Andy Hopping from the Postal Executive Council of the CWU spoke to Counterfire’s commissioning editor Katherine Connelly, about what’s at stake in the dispute at Royal Mail
Please could you tell us why the Communication Workers Union (CWU) is balloting at the moment?
The CWU is balloting at the moment due to a new Royal Mail board that has decided to walk away from our Four Pillars agreement that is only 15 months old. The new board is headed up with a new CEO (Rico Back) who came from GLS, a parcel company that has a history of non-unionised workers and low pay.
What kind of changes is Rico Back proposing for Royal Mail?
Rico Back has air brushed all previous managers that were part of our Four Pillars agreement. Negotiations were concluded and a balloted agreement was reached on pay, pensions, shorter working week and a legal binding agreement. The proposal to set Parcelforce into a separate business and transfer TUPE members across is in our opinion against our legally binding agreement.
The union has produced some great videos of postal workers queuing up to vote yes in the ballot. It seems like there's going to be a big turnout and a big vote for strike action. Why do you think this is the case?
The union has produced a great campaign using social media and a professional comms team to engage our Reps and members. Our members believe that this is the thin edge of a wedge leading towards removing other business units and potentially breaking up the whole postal group. The reason behind breaking up these business units can only be for the desire to drive costs down by cutting jobs and service.
What do you think the response is going to be from the general public? It strikes me that lots of people experience detrimental changes to their working conditions as well as bullying at work - and just last week postal workers in Liverpool walked out against racism towards a Muslim colleague. Do you think that seeing a group workers standing up to some of the day-to-day bullying is going to have an effect on other workers?
Our members are fiercely loyal to the union as we have long-serving members that have seen attempts of this sort in previous attacks on our terms and conditions by different regimes. The response from the public would be that they would support their postal workers as they see the service we offer is more than a job. Many members of the public have seen the damage done with the selling of utilities like gas and electricity. The public does not want to have numerous different companies coming up their paths daily and delivering their mail.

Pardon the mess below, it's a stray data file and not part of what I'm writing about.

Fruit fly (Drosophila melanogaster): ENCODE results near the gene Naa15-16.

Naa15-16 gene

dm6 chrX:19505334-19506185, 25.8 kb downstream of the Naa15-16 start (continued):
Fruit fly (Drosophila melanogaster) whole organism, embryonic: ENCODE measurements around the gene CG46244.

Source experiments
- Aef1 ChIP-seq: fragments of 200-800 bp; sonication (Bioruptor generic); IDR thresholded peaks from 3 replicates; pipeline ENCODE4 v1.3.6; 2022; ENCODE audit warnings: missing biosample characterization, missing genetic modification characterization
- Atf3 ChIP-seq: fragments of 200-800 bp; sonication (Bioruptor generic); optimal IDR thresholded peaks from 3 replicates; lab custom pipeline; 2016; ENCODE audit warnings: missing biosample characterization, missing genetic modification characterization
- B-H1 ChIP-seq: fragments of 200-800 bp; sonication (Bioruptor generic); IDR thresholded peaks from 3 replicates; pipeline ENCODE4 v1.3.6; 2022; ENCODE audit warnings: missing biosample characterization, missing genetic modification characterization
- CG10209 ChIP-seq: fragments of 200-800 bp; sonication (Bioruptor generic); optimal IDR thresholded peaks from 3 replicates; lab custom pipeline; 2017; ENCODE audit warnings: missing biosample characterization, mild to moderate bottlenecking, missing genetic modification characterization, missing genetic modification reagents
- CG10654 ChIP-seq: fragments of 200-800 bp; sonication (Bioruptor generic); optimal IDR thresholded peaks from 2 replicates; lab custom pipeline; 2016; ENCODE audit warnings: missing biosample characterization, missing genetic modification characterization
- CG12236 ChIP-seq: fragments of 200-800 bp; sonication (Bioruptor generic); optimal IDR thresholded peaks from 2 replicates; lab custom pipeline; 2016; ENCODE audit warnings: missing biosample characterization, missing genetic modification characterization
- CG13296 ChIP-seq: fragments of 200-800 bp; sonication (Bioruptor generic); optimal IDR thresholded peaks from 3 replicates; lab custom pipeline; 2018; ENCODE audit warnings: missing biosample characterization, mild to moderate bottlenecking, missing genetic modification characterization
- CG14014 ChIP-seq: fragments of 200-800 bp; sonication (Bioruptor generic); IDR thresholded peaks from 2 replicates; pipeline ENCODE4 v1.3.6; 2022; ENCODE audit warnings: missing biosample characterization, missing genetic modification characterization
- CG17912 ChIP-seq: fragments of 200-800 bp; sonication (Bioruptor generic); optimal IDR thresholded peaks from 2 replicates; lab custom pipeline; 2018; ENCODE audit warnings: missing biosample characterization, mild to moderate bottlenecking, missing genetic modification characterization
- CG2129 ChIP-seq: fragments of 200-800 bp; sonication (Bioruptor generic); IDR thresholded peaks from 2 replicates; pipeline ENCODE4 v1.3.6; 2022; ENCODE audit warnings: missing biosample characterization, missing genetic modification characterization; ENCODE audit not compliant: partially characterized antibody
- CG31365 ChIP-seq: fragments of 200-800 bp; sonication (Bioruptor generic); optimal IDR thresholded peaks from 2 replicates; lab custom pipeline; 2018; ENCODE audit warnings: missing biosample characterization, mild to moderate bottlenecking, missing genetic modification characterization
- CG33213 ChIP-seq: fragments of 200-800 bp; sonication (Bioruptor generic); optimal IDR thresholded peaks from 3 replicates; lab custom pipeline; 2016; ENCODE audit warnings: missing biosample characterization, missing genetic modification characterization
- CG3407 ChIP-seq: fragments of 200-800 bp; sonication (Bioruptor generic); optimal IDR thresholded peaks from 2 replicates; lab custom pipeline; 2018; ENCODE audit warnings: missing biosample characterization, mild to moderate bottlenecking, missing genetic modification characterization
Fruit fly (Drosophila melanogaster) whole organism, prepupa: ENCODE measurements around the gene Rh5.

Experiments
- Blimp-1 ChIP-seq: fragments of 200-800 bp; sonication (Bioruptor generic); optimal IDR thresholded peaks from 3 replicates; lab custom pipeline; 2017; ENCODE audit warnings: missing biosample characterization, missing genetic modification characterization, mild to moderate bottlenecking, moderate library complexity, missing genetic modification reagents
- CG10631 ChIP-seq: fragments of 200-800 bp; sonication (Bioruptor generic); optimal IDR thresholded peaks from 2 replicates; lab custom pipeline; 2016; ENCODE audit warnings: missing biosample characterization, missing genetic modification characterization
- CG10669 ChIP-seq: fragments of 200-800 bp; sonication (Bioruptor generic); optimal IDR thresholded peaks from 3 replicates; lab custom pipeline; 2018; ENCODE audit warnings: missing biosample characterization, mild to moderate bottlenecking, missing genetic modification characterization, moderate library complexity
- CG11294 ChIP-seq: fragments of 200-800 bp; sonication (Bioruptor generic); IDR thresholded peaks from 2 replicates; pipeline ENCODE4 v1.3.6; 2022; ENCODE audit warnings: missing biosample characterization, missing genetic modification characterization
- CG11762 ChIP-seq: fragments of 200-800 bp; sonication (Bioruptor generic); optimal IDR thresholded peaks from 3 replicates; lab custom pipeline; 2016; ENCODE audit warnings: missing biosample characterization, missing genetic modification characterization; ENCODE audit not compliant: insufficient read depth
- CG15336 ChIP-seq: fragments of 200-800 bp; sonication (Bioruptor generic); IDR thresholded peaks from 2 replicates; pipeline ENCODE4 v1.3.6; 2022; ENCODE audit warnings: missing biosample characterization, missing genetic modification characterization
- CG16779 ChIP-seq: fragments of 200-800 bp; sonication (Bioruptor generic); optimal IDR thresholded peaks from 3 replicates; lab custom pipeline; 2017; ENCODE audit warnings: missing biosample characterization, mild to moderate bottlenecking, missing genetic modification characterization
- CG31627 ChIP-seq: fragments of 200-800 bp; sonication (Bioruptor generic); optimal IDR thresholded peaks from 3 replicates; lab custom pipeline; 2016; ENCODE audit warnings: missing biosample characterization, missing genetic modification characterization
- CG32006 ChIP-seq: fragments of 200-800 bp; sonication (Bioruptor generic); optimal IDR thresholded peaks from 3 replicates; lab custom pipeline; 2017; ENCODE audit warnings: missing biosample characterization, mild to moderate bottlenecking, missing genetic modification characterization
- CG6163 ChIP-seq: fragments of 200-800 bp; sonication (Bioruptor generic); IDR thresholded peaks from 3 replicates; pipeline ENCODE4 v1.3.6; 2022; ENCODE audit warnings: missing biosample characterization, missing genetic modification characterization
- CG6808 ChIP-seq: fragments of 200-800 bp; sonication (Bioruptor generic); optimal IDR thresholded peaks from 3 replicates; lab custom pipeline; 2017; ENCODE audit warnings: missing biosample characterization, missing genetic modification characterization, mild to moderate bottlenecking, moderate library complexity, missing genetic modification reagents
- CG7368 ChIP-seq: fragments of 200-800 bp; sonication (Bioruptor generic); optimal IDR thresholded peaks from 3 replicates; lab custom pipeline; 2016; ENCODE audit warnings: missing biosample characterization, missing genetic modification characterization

Royal Mail is not like Thomas Cook. It is an extremely successful and well-respected company. We shouldn't make a change just to make a bigger return in dividends for the major shareholders.
Parcelforce has 52% of the parcel market, so why risk the loss of this through industrial action? As part of our agreement we do have an external mediation process to exhaust before any industrial action is allowed to take place. The industrial action ballot will be in place so that this doesn’t drag on into the new year.
Part of our Four Pillars agreement that is being reneged on was about changing the culture in the workplace. Since Rico’s tenure, this has taken a drastic turn for the worse. The spontaneous walkouts by members over managerial behaviour is commonplace at present. The culture needs to change. Working together with the unions has taken a backwards step and is affecting progression of many major technological improvements.
I’m sure when our ballot result is announced on 15th October, this will give many workers and unions around the country the encouragement and strength to rise up and protect their individual livelihoods.
Kate Connelly is a writer and historian. She led school student strikes in the British anti-war movement in 2003, co-ordinated the Emily Wilding Davison Memorial Campaign in 2013 and is a leading member of Counterfire. She wrote the acclaimed biography, 'Sylvia Pankhurst: Suffragette, Socialist and Scourge of Empire' and recently edited and introduced 'A Suffragette in America: Reflections on Prisoners, Pickets and Political Change'.
More articles from this author
- Small Island - theatre review
- 'Are there no food banks?' The Poor Laws and Charles Dickens at 150
- Strikes, walkouts, and sickouts: how working-class Americans are organising in the time of Covid-19
- Jolly George, 1920: when British workers stood up for revolutionary Russia
- The history of May Day: an unfinished struggle
- Sir Keir Starmer’s deadly crusade: supporting big business and undermining unions - CounterBlast 15 April
- Centrism’s pyrrhic victory - CounterBlast 8 April